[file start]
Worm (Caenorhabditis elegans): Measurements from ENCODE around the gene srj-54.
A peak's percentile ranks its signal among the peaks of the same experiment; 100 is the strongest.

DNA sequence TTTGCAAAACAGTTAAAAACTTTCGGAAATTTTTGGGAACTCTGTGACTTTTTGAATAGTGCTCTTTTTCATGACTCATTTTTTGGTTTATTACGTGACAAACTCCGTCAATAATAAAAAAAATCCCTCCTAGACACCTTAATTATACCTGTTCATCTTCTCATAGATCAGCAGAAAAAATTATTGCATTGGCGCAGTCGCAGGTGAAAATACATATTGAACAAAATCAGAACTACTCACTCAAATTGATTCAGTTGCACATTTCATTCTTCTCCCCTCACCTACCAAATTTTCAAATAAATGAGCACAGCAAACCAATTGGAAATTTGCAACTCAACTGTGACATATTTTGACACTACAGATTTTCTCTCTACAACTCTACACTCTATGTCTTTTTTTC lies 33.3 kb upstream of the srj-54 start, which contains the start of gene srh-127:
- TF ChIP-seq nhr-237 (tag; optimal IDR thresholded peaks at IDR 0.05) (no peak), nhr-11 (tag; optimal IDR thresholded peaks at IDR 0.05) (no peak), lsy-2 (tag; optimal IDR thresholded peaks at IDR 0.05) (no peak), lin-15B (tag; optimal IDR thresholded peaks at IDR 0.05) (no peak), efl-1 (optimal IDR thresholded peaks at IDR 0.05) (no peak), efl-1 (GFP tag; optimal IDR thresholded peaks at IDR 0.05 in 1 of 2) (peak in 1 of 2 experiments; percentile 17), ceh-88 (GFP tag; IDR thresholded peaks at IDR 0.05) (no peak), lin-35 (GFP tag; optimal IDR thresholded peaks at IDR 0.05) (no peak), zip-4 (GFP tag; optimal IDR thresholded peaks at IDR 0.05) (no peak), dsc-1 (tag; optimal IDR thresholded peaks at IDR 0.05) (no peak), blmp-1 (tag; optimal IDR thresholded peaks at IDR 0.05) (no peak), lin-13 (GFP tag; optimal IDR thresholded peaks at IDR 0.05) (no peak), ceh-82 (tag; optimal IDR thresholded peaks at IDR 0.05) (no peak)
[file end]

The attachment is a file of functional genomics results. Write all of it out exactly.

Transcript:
Worm (Caenorhabditis elegans): Measurements from ENCODE around the gene srj-54.
A peak's percentile ranks its signal among the peaks of the same experiment; 100 is the strongest.

DNA sequence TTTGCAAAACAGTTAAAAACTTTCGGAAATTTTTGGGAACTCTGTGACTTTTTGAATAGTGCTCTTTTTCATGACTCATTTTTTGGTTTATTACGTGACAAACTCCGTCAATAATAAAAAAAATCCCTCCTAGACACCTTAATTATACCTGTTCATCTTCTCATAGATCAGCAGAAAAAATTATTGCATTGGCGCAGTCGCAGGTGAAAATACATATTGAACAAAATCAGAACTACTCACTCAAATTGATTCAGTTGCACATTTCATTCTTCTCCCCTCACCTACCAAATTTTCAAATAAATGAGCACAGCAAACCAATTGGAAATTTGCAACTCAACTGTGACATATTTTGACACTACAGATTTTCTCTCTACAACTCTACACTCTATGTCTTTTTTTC lies 33.3 kb upstream of the srj-54 start, which contains the start of gene srh-127:
- TF ChIP-seq nhr-237 (tag; optimal IDR thresholded peaks at IDR 0.05) (no peak), nhr-11 (tag; optimal IDR thresholded peaks at IDR 0.05) (no peak), lsy-2 (tag; optimal IDR thresholded peaks at IDR 0.05) (no peak), lin-15B (tag; optimal IDR thresholded peaks at IDR 0.05) (no peak), efl-1 (optimal IDR thresholded peaks at IDR 0.05) (no peak), efl-1 (GFP tag; optimal IDR thresholded peaks at IDR 0.05 in 1 of 2) (peak in 1 of 2 experiments; percentile 17), ceh-88 (GFP tag; IDR thresholded peaks at IDR 0.05) (no peak), lin-35 (GFP tag; optimal IDR thresholded peaks at IDR 0.05) (no peak), zip-4 (GFP tag; optimal IDR thresholded peaks at IDR 0.05) (no peak), dsc-1 (tag; optimal IDR thresholded peaks at IDR 0.05) (no peak), blmp-1 (tag; optimal IDR thresholded peaks at IDR 0.05) (no peak), lin-13 (GFP tag; optimal IDR thresholded peaks at IDR 0.05) (no peak), ceh-82 (tag; optimal IDR thresholded peaks at IDR 0.05) (no peak)